Honestly, I don't recall directly hearing about police abolition. I remember hearing about prison abolition and I remember thinking it was the most ridiculous thing I had ever heard because the first thing I thought was where do you send the rapists and the pedophiles and the murderers. You know I was molested and raped when I was 10 years old when I was in foster care. What does transformative justice look like when there are a lot of people, a lot of men in our communities who are doing this every day? I don't believe in incarceration anymore, so I've long have changed. But when I first heard about it, kind of off the deep end, really radical, and the first person I ever heard speak about prison abolition is a brother from Chicago, activist and organizer named Ethan van Leer. I met Ethan in Ferguson. He's from Chicago, he is a young brother and we introduced ourselves to each other and he's like, you know, I'm ethos, I'm an abolitionist. And I remember looking at him and it was like ... I had never in my entire life heard a person say that they were an abolitionist and this was 2015 and this was before it was cool. It was not in nobody's bio. And when we talk about, you know, our identities and how we identify as activists, he's the only one was saying that and it was just like, I found it funny to be honest. Like, Oh, okay, because I didn't realize that he was already there mentally. He was already like, look, this system has to be radically restructured. I think that, you know, like most people, when you hear something so radical, you kind of turn your ear to it.
You know, we fear what we don't understand.
What was the process that took you from, huh? What on earth could that be about to actually embracing it, assuming that you have embraced it.
I have embraced it. And I embraced police abolition now, but I will get back to that fateful day In July 2016, when I was interviewed on Fox News.
(news clip): (06:52)
"...We are watching the crowds grow at this candlelight vigil in Dallas. And we saw provocative headlines..".
The cops in Baton Rouge had just killed, um, Alton Sterling.
(news clip): (07:01)
"Police officer screaming profanities and threatening to kill Alton Sterling. They had just murdered Philando Castile in the car.
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"The horror seen by millions on Facebook. The police officer involved now charged with manslaughter."
With so much chaos and police officers in Dallas were shot. And so I was invited to a conversation on Fox News under the premise that they wanted someone to speak about peace, and because I'm the founder of the Chicago International Youth Peace Movement, that I would be a person in the conversation to kind of bring both sides, you know, Black Lives Matter and whomever else.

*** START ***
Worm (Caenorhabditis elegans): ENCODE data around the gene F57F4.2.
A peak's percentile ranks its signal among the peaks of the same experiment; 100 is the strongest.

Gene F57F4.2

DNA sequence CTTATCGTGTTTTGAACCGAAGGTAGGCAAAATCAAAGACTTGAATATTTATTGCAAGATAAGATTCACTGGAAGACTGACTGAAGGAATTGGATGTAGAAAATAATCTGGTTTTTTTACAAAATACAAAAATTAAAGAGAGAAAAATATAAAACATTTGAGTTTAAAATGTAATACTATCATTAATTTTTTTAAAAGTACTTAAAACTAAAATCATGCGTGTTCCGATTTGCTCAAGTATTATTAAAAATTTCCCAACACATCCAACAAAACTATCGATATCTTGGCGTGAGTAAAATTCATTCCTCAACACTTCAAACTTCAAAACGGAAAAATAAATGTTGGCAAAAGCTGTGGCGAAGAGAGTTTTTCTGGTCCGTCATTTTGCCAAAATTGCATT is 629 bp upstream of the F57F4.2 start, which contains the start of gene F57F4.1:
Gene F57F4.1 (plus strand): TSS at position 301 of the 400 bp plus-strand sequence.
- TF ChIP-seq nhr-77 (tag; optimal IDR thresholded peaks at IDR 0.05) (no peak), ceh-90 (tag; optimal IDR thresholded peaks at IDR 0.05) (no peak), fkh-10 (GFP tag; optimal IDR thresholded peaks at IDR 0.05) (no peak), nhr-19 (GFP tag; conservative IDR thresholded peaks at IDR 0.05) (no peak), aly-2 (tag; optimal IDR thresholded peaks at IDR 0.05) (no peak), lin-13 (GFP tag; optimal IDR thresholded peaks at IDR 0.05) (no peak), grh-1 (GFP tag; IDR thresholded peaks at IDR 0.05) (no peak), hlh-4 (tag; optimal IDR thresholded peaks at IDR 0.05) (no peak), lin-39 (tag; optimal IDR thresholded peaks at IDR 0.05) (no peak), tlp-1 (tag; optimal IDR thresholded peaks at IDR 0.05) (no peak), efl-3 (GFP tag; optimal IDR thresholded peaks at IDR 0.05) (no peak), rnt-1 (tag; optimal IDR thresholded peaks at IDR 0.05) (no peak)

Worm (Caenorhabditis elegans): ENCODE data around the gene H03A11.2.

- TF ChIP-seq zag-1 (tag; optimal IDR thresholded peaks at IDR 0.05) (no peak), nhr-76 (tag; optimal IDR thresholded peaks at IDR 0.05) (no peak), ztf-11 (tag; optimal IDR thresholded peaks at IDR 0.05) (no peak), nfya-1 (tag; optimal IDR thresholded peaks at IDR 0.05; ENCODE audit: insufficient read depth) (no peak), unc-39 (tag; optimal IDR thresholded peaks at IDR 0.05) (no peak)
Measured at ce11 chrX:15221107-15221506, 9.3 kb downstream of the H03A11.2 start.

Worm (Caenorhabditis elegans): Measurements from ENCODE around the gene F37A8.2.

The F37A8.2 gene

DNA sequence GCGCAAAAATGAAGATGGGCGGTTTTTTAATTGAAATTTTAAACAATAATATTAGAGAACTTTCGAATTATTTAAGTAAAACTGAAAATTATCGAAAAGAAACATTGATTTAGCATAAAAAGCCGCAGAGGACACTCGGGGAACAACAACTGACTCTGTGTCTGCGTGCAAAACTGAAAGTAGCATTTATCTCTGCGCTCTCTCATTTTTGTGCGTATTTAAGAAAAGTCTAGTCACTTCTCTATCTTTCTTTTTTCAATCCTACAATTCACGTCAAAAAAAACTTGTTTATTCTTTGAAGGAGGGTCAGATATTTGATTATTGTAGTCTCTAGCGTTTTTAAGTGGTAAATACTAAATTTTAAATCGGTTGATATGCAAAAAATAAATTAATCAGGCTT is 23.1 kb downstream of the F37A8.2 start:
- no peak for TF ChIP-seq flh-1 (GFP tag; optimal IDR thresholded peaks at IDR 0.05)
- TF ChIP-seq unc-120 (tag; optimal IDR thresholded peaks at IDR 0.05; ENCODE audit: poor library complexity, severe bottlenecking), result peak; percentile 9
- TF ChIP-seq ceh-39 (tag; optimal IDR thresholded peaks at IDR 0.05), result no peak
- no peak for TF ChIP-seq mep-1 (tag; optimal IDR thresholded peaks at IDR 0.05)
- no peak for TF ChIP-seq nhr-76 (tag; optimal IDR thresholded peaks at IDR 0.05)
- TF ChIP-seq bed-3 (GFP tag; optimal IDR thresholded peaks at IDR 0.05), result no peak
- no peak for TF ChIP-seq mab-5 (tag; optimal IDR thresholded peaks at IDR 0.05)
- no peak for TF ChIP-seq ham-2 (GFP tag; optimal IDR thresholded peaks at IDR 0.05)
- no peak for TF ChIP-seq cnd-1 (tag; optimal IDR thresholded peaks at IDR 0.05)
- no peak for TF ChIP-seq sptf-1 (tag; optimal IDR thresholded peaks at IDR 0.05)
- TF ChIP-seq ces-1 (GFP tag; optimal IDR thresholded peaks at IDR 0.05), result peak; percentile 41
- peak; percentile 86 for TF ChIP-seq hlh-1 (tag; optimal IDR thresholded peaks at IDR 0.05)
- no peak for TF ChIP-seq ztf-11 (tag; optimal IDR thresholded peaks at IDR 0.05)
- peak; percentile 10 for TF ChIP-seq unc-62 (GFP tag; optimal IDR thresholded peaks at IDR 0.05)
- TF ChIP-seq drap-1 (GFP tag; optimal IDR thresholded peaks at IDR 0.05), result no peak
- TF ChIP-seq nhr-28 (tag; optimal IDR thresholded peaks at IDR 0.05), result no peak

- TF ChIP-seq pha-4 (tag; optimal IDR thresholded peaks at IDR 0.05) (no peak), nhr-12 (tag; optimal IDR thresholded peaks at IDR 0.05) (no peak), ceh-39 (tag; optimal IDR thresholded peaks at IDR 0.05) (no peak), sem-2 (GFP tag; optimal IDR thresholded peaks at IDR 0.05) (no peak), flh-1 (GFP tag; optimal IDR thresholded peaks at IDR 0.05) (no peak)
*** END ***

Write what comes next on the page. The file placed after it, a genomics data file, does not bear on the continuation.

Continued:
(news clip): (07:36)
"...Alright. So we're going to go to Jessica...Jessica in the front is part of Black Lives Matter." "Black Lives Matter has never called for the shooting or violence against anyone."
So when I said we need to abolish the police period, I was completely fed up with the conversation.
So what I've been hearing here, this is the reason why our young people are hopeless in America. Our young people are hopeless because you have all these adults here who are not listening to our young people and they talk about Black on Black crime in Chicago. I'm from Chicago. When I'm trying to say is we need to abolish the police period..."
It was completely unscripted. I had never before that moment ever thought anything like that before. But seriously, it literally was so passionate and when I said it as it was happening and it was on live television, I could not believe that I said abolish and not demilitarize, because my talking point was we need to demilitarize the police. We need to disarm the police. We need to come up with community solutions, or transformative justice not abolish because now I have to defend that. I'm fully cognizant, and fully believe that if I would've said this statement in 1955 or 1965 that I would have got killed for that. That thank God for my ancestors for surviving that and in 2016 I can say something like, we need to abolish the police and they didn't come and take me out of my mother's house, whoever's house, and make it public lynching from me saying something like that. I became a poster child of something that I wasn't even fully sure what it meant. What does it fully mean to abolish the police? It taught me to go deeper.
Is that what you did?
That's exactly what I did.
You jumped in front of it and then you decided to educate yourself.
How can you say something that you don't fully know what it means but say it so passionately. White America was so upset with me. I got so many messages of hate, but I also got some messages of people really trying to understand.... And I was like, if they hate me so much, if I'm such a dumb Black girl, why are you really trying to understand? I had to watch the clip over and over and I realized that even though I didn't try to say that on Fox News, there's nothing I could do to take it back because this is out there, it is viral, and I don't take it back. Me and my comrades in Chicago, they started doing different things around abolition after that moment, they just completely had my back. Everyone became an abolitionist and at that moment that I felt like I was crucified because again, one morning, no one cares what I say and the next minute everybody cares what I say. And so for me it encouraged me to go deeper into my soul. Who am I being called to be? Because now I've made myself an enemy, a direct enemy of the police, and I've never been arrested. The police have never killed anybody in my family.